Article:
Coleman Pool Installation Problems

by Kaisa Kynaston
(Magna, Utah)

Full view, unicorn is on the high end.

Full view, unicorn is on the high end.

I recently purchased my first pool, a Coleman Sierra Vista 2 18' x 48" porthole window pool. I've spent all summer prepping this foundation by myself. It took longer than I anticipated which I guess is normal. But since I don't have a truck I spent the time cutting the grass, knocking off the dirt and using my recycle green garbage can. After six or seven weeks of filling the garbage can, the next step was to dig out the excess dirt around the area where the pool cuts into the small hill in my yard. While digging out the grass I had already gone down about three or four inches removing as much of the rocks and tree roots as I possibly could. But with my fibromyalgia I knew I couldn't dig and manipulate the dirt by myself.

At this point I hired a couple of men who do this stuff regularly and who had done pools before. When they arrived I asked them which was better a to dig out the dirt from the hill at the highest point down to the lowest point (which is my preferred method and the way I planned on doing it all along) or two, to move the dirt from the highest point to the lowest point, building up the foundation as my family and I had attempted to start doing the night before? The men said this would be the best way. I think they meant it would be the easiest way. My being tired of the project and wanting to get it done so I could actually enjoy the pool before it got too cold I gave them the go ahead to start. Looking back I think that was mistake number one, I should have gone with my original plan.

Once the men finished the basics and started the leveling I completed it off and on throughout the next day, sprinkling it and letting it settle multiple times. Once I was confident that it was fairly firm I started bringing my sand over and leveling it, repeating the sprinkling and settling process.

The day I intended to set up the pool I noticed the four baby skunks that live under my shed had decided to investigate the sand. I didn't mind the cute little footprints even though they sunk down and ruined my perfectly leveled ground, but I did mind the few places where they decided to stop drop and roll to investigate. I sprinkled some of my remaining sand over the area and continue to level until I felt it was close enough to level as before.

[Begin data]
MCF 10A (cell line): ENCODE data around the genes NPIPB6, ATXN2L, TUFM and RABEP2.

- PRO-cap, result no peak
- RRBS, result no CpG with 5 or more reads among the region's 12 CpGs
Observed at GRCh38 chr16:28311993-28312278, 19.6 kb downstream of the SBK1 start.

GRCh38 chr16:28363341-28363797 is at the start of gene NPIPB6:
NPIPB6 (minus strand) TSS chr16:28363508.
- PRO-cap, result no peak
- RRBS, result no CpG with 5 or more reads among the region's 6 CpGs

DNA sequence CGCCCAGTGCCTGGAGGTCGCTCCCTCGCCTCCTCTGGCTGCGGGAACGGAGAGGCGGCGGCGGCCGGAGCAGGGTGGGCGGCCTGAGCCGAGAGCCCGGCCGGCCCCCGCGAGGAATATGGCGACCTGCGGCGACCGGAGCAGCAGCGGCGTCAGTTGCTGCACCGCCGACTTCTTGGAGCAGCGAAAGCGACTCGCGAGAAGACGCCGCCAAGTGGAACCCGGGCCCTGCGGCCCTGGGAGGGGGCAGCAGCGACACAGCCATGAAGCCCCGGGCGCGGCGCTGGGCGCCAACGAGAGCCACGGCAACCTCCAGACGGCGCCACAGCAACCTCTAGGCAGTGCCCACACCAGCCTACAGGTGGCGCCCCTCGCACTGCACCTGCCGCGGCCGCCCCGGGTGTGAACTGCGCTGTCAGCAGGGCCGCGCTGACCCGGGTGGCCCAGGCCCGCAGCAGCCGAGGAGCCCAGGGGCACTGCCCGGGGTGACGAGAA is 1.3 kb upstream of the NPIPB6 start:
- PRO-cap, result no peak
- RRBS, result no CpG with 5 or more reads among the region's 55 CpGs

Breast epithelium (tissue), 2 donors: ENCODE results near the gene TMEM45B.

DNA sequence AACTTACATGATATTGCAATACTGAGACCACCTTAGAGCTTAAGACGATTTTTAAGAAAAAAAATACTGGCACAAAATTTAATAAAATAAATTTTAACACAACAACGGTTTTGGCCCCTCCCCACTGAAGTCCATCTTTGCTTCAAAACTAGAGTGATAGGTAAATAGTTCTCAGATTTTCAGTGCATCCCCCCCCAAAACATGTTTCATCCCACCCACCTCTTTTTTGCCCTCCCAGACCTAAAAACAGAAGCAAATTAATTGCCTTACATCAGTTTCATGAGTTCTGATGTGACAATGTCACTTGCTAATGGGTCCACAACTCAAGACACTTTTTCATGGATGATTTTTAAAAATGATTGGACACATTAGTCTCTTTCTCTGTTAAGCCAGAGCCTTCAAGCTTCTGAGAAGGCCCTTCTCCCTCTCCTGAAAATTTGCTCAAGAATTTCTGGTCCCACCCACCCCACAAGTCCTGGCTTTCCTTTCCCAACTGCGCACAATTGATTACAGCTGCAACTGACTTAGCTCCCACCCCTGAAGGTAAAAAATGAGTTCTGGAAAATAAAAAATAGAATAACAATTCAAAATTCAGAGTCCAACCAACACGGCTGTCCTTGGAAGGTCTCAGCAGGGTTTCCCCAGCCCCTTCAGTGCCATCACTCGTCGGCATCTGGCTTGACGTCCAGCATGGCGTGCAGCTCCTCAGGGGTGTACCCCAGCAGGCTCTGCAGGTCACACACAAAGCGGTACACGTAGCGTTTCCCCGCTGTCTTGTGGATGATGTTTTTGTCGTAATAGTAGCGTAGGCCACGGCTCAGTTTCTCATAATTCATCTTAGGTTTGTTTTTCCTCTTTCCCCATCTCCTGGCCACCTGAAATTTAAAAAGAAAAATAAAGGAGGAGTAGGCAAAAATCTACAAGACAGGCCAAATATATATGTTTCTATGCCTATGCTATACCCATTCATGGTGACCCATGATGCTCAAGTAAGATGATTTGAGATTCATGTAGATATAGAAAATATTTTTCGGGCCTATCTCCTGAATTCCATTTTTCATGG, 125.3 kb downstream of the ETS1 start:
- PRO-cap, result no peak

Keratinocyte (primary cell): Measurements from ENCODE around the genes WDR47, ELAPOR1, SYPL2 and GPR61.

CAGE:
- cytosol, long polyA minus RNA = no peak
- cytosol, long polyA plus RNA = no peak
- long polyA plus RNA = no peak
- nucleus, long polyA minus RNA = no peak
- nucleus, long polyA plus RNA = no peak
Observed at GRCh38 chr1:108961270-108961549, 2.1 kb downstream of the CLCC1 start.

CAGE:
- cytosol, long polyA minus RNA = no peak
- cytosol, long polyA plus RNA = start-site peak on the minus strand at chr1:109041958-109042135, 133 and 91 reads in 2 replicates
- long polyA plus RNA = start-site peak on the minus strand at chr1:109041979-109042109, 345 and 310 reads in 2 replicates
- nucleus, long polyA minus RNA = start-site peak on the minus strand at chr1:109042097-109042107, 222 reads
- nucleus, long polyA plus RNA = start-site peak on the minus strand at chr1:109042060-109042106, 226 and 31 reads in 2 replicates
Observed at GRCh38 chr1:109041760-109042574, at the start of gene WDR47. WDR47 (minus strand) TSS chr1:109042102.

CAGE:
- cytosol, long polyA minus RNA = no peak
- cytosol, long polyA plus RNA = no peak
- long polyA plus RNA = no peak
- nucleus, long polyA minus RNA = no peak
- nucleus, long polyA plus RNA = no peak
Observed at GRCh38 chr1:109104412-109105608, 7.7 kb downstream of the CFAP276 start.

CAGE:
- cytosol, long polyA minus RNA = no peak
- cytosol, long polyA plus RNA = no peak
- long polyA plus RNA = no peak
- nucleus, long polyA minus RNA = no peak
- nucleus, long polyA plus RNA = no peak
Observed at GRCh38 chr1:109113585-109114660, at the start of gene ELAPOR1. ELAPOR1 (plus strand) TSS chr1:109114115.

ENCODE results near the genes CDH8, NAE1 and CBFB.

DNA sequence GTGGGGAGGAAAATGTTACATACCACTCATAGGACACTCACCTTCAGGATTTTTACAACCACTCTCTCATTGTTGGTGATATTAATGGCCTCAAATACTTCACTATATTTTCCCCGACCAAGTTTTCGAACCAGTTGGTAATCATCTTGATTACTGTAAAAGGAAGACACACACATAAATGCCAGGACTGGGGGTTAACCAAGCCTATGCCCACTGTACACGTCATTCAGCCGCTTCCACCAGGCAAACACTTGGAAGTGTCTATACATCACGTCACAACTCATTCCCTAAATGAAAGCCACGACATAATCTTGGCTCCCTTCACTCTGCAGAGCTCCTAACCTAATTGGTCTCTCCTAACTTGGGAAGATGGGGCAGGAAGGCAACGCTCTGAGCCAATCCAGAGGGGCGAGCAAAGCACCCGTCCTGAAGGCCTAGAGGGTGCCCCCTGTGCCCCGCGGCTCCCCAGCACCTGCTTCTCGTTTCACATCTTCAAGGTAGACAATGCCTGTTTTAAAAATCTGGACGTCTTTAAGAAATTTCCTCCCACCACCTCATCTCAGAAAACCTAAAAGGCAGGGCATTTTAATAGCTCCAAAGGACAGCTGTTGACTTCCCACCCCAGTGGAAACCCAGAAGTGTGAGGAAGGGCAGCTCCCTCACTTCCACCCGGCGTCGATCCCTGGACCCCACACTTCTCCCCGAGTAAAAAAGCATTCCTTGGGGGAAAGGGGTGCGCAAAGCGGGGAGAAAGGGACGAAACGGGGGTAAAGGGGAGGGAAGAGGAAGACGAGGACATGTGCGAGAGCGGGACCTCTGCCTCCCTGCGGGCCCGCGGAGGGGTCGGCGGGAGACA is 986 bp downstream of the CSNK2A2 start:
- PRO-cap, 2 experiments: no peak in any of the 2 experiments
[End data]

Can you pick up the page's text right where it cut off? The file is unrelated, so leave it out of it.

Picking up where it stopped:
Here comes my second mistake. Not sprinkling it and letting it sit a little longer to make sure it was settled, whether or not this would have made much of a difference I'm not sure but I believe it may have helped. But since I was eager to get it done and I planned on spending the day setting up and filling the pool so we could hopefully swim the next day, I decided to go ahead. While my ex-husband was at the house I had him help me carry over the pool so I could roll it out and begin setting it up. Otherwise I would have had to have dragged it over myself doing the best I could not to mess up my sand and my leveling which would have been impossible. As I mentioned I believe this may have been mistake number two.

Up to this point I feel I did everything right I still don't think I did anything too wrong but I definitely could have done things better and different. I completed the setup of the pool and started the filling process. As l watched the pool fill, I noticed that it wasn't as level as I first thought, there was about a 2-inch or so difference maybe 3-inches at the most dipping from the hill. It didn't look to be too much of an issue so I continued to let it fill. All was good until about 10 hours later when the water reached above the outlet valve. That's when I learned that I had a leak around the valve. First I learned that I didn't put it on correctly, once I put it on correctly I learned that I was missing a gasket and it was continually streaming down the outside and into my foundation.

I made a quick jump over to Lowe's to get a new gasket and some plumbers tape. I didn't realize it before I went to Lowe's but I didn't have a plug for that particular outlet. So I spent at least a half an hour or more trying to hold the tube in place while placing the gasket and wrapping plumbers tape around the threads while water was gushing out onto my chest and down into the foundation of the pool. This is what sucks about doing projects alone. Once this leak was sufficiently taken care of I discovered another leak around my chlorinator outtake valve. Luckily I just needed to replace that gasket and added plumbers tape for extra security. All set ready to go, pools looking good... Except now more of the foundation had been washed away and or sunk farther